Surviving Cities

www.indymedia.org africa: canada: quebec east asia: japan europe: athens barcelona belgium bristol brussels cyprus germany grenoble ireland istanbul lille linksunten nantes netherlands norway portugal united kingdom latin america: argentina cmi brasil rosario oceania: aotearoa united states: austin big muddy binghamton boston chicago columbus la michigan nyc portland rochester saint louis san diego san francisco bay area santa cruz, ca tennessee urbana-champaign worcester west asia: palestine process: fbi/legal updates process & imc docs projects: radio satellite tv
printable version - js reader version - view hidden posts - tags and related articles

Lots of activity in Mexico

by Gathering of information Friday, Aug. 10, 2001 at 4:00 AM

Emiliano Zapata's B-day!

By Kevin Sullivan
Washington Post Foreign Service
Thursday, August 9, 2001; Page A14

MEXICO CITY, Aug. 8 -- Thousands of impoverished, rural Mexicans blocked off Mexico City's historic central square and several government buildings today in an angry protest against what they see as the pro-business, pro-U.S. economic policies of President Vicente Fox.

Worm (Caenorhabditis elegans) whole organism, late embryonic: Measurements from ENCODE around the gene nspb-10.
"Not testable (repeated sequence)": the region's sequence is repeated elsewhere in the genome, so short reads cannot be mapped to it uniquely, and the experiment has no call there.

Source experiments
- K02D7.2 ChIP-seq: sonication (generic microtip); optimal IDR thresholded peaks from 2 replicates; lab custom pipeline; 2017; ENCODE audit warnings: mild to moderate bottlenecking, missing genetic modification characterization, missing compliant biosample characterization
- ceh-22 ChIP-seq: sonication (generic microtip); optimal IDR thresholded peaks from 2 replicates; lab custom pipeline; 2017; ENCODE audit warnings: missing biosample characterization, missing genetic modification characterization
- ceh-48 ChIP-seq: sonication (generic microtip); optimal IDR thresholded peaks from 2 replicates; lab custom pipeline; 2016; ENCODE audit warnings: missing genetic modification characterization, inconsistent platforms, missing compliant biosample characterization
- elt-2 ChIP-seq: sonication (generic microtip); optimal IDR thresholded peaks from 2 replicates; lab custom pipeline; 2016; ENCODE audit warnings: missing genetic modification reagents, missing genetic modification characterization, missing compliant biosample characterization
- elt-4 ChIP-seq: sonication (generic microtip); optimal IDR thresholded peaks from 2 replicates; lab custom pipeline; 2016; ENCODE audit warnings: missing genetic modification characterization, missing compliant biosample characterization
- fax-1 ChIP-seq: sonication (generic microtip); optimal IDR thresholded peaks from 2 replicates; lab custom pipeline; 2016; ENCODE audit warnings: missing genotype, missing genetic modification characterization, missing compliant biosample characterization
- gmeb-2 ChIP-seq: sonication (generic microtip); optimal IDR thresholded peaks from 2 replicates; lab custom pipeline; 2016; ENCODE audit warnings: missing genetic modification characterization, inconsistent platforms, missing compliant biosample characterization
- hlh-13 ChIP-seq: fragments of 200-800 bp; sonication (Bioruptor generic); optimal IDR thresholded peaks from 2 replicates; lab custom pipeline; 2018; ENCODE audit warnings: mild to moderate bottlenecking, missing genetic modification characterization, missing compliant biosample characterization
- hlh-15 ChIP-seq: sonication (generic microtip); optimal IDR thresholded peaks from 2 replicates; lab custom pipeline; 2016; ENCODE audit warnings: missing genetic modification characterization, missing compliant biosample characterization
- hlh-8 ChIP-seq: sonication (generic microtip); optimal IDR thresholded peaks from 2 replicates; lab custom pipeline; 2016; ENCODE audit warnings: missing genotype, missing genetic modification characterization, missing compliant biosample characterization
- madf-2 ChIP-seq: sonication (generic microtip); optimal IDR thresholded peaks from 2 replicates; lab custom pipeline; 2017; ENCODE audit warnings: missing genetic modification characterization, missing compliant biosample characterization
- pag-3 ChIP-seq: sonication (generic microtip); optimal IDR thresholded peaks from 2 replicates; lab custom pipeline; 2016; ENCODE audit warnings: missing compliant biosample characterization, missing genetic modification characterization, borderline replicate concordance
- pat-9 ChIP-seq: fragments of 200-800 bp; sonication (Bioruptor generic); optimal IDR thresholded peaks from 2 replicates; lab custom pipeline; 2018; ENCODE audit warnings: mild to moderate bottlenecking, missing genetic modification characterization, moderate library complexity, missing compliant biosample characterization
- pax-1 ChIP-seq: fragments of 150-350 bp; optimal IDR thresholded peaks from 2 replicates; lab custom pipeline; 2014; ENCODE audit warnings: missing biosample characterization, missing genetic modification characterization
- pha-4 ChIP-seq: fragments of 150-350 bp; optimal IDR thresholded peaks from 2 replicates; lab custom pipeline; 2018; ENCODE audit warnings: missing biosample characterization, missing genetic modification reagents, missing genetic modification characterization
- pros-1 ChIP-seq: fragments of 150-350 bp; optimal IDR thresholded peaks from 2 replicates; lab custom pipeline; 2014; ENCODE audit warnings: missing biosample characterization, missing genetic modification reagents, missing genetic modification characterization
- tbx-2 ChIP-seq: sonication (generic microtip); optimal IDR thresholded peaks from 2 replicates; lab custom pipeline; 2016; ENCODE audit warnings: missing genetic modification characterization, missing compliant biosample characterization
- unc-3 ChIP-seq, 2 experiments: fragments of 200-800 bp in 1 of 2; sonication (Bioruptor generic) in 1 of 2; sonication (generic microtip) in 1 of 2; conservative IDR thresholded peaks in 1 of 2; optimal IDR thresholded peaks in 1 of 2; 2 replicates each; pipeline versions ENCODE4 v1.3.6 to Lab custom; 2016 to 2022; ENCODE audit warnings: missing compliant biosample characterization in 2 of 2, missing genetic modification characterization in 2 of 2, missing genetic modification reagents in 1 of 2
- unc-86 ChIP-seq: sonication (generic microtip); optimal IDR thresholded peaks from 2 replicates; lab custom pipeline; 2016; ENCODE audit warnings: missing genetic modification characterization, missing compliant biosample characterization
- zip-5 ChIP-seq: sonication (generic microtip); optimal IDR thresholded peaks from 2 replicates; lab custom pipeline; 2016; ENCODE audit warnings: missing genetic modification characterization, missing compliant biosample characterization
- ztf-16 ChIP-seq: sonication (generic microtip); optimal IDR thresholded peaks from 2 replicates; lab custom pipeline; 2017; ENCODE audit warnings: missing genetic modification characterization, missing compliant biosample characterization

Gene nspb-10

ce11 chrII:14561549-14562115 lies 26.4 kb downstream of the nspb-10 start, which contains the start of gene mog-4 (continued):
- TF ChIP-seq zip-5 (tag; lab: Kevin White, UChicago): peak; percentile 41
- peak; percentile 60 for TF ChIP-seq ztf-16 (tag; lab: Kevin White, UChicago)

Carrying banners that read "Fox means misery," the farmers complained of being left behind in Fox's drive to modernize national political and economic systems built by the Institutional Revolutionary Party (PRI), which governed Mexico for most of the last century.

"Fox promised change that would improve things for Mexicans, not a change that would increase misery," said Francisco Zazaleta, a coffee farmer from the state of Oaxaca. "There are Mexicans who are dying of hunger. As much as they work, they can't earn enough to provide for their families."

Mexico's campesinos, or rural farmers, have suffered from the effects of increasingly open trade with the United States, which has driven down prices for their produce. Zazaleta said his region has warehouses full of coffee that cannot be sold because imports have driven prices down so far.

Corn farmers say that imports from the United States have increased by nearly 15 percent a year since 1994, when the North American Free Trade Agreement (NAFTA) was signed, dramatically cutting into the prices of the home-grown variety.